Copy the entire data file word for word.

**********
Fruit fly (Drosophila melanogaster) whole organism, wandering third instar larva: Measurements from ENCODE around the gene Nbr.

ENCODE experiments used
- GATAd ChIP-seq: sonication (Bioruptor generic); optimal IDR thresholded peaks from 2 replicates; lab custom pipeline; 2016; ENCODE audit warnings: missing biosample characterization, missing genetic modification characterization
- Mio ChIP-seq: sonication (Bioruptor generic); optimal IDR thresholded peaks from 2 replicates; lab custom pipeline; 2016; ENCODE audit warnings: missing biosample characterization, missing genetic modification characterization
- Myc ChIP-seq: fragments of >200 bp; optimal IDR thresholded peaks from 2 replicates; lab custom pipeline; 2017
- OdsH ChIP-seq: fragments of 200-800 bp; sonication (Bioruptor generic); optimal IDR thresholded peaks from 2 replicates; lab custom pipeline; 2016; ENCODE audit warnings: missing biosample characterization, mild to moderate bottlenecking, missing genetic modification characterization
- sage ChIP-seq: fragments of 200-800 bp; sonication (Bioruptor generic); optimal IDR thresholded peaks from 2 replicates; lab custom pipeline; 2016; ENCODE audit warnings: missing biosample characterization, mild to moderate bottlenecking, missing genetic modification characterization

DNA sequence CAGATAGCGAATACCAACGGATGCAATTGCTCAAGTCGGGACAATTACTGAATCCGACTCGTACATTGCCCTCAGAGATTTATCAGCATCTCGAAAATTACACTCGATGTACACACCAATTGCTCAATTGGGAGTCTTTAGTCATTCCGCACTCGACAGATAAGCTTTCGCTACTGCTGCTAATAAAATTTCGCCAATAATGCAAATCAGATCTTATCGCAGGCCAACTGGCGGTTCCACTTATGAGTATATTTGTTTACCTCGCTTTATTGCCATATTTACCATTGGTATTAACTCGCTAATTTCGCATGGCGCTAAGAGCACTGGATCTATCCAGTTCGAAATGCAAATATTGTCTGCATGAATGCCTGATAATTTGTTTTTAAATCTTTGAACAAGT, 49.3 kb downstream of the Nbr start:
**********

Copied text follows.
Fruit fly (Drosophila melanogaster) whole organism, wandering third instar larva: Measurements from ENCODE around the gene Nbr.

ENCODE experiments used
- GATAd ChIP-seq: sonication (Bioruptor generic); optimal IDR thresholded peaks from 2 replicates; lab custom pipeline; 2016; ENCODE audit warnings: missing biosample characterization, missing genetic modification characterization
- Mio ChIP-seq: sonication (Bioruptor generic); optimal IDR thresholded peaks from 2 replicates; lab custom pipeline; 2016; ENCODE audit warnings: missing biosample characterization, missing genetic modification characterization
- Myc ChIP-seq: fragments of >200 bp; optimal IDR thresholded peaks from 2 replicates; lab custom pipeline; 2017
- OdsH ChIP-seq: fragments of 200-800 bp; sonication (Bioruptor generic); optimal IDR thresholded peaks from 2 replicates; lab custom pipeline; 2016; ENCODE audit warnings: missing biosample characterization, mild to moderate bottlenecking, missing genetic modification characterization
- sage ChIP-seq: fragments of 200-800 bp; sonication (Bioruptor generic); optimal IDR thresholded peaks from 2 replicates; lab custom pipeline; 2016; ENCODE audit warnings: missing biosample characterization, mild to moderate bottlenecking, missing genetic modification characterization

DNA sequence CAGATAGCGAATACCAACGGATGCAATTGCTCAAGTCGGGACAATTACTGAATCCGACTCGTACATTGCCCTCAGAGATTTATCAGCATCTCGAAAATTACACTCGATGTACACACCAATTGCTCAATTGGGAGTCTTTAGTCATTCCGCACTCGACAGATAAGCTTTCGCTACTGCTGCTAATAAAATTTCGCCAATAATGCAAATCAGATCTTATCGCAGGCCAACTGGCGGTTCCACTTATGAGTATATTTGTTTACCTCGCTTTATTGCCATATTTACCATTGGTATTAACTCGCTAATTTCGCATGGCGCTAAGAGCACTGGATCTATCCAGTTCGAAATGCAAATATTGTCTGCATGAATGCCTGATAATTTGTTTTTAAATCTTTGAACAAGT, 49.3 kb downstream of the Nbr start: